By Roxana Hadadi | Film | April 14, 2020 |
By Roxana Hadadi | Film | April 14, 2020 |
In a year where it feels like every single major motion picture is being delayed, Warner Brothers will not let Dune be deterred. The upcoming adaptation of Frank Herbert’s seminal sci-fi brick gets a fancy reveal in the latest issue of Vanity Fair—similar to the rollouts the latest Star Wars films received—and after the first picture of Timothée Chalamet appeared all over Twitter yesterday, now we have some more images to talk about.
#Dune was, and always will be, Star Wars for Goths… https://t.co/YUWfFok8Uq— The Blogging Goth (@TheBloggingGoth) April 13, 2020
What does the Vanity Fair reveal mean? That Warner Brothers is very publicly not even considering budging the film’s release date of December 18, 2020. And the splashy treatment certainly helps announce what Denis Villeneuve—whose sci-fi bona fides also include Arrival and Blade Runner 2049—is bringing to this adaptation of Dune (already adapted once, infamously, by David Lynch in 1984). We learn from Anthony Breznican’s piece that Dune will be a two-parter, a la WB’s approach with Stephen King’s It and It Chapter Two, with a second-half film hitting theaters in some time. (There is no confirmed date in this piece for the second installment.)
And, well, I think we have to talk about Oscar Isaac. I think we have to talk about Oscar Isaac snatching all of our sexual attraction and leveling it his way.
the TL has time for only ONE MAN this morning. pic.twitter.com/sNdp3r5qzY— 𝐥𝐢𝐧𝐝𝐬𝐞𝐲 𝐫𝐨𝐦𝐚𝐢𝐧 (@lindseyromain) April 14, 2020
And what else is Denis bringing to Dune? Well, it sure as hell isn’t brown people! I have anxiously followed all the casting news coming out of this movie, and I cannot for the life of me identify even one actor of Middle Eastern heritage or ethnicity in the cast! Which is cool, because it’s not like Herbert’s text very clearly pulled from Middle Eastern cultures and Bedouin tribes or anything.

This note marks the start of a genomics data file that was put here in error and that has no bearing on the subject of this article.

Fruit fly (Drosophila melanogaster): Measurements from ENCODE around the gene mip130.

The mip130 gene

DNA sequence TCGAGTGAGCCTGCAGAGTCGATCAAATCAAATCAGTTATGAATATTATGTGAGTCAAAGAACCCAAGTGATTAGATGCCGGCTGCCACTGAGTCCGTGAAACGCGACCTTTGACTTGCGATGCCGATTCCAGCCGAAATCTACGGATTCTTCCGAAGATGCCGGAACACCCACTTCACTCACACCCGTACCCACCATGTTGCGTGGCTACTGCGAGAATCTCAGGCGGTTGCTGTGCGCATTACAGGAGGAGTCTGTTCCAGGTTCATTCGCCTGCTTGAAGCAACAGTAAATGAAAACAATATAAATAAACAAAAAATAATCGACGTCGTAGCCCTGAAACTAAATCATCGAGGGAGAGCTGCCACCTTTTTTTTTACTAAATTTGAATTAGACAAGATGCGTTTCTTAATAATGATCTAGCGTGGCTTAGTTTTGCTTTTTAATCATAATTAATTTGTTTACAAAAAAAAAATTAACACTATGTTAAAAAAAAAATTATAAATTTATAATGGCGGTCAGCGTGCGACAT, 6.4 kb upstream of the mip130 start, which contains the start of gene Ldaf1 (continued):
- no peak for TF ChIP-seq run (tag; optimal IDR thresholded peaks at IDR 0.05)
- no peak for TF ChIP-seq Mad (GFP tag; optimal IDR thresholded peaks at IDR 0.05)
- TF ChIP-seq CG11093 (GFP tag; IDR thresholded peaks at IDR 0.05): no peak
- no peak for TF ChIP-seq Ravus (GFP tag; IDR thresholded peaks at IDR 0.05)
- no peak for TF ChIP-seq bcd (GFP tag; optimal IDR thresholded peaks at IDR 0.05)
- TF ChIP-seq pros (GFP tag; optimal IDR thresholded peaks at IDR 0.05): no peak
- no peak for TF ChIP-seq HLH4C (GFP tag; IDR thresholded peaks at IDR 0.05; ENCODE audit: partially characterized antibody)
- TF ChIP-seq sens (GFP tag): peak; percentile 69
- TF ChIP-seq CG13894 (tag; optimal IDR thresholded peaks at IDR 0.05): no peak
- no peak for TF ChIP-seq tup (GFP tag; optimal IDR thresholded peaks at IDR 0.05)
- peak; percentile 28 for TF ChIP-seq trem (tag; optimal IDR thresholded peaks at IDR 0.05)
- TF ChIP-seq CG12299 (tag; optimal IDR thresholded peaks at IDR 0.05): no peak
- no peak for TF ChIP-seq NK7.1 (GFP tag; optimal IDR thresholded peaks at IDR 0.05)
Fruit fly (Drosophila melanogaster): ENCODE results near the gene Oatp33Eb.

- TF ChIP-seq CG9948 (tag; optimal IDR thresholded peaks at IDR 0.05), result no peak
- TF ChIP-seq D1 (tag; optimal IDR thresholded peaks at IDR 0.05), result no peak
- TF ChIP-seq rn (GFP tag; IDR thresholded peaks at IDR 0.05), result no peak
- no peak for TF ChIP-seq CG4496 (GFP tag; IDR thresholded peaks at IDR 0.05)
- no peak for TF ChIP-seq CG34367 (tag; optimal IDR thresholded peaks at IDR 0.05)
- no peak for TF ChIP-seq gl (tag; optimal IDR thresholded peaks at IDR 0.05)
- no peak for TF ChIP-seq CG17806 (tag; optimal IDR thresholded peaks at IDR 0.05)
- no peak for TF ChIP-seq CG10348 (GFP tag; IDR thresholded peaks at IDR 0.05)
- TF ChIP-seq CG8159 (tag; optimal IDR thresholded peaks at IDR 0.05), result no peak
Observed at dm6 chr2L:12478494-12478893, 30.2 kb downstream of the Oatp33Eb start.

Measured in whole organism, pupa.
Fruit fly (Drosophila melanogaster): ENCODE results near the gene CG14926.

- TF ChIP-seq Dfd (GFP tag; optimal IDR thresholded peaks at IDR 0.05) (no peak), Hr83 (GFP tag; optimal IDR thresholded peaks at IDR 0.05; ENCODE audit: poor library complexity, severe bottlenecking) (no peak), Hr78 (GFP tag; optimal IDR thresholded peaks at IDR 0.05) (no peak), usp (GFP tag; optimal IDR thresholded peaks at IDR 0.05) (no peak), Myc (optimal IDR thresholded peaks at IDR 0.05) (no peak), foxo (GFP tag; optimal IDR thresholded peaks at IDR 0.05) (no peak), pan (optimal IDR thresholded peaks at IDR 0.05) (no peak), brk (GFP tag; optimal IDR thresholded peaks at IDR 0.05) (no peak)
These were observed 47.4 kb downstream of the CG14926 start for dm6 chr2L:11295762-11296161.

OH. EXCUSE ME. IT DID? THERE ARE ACTUALLY DECADES OF ACADEMIC AND LITERARY SCHOLARSHIP ABOUT THIS? YOU COULD JUST POP SOME KEYWORDS INTO GOOGLE SCHOLAR AND LEARN ALL ABOUT IT? OH. OKAY.
It is a strange time that we live in that I almost look fondly back upon the fact that Guy Ritchie’s otherwise very painful Aladdin adaptation at least cast an actor with Egyptian ethnicity in the lead role. THAT’S BAD. THAT’S A BAD SIGN. And it’s also sort of low-key depressing to read that Vanity Fair story, with its othering of Middle Eastern locations right from the get-go:
Timothée Chalamet remembers the darkness. It was the summer of 2019, and the cast and crew of Dune had ventured deep into the sandstone and granite canyons of southern Jordan, leaving in the middle of the night so they could catch the dawn on camera. The light spilling over the chasms gave the landscape an otherworldly feel. It was what they had come for.
“It was really surreal,” says Chalamet. “There are these Goliath landscapes, which you may imagine existing on planets in our universe, but not on Earth.”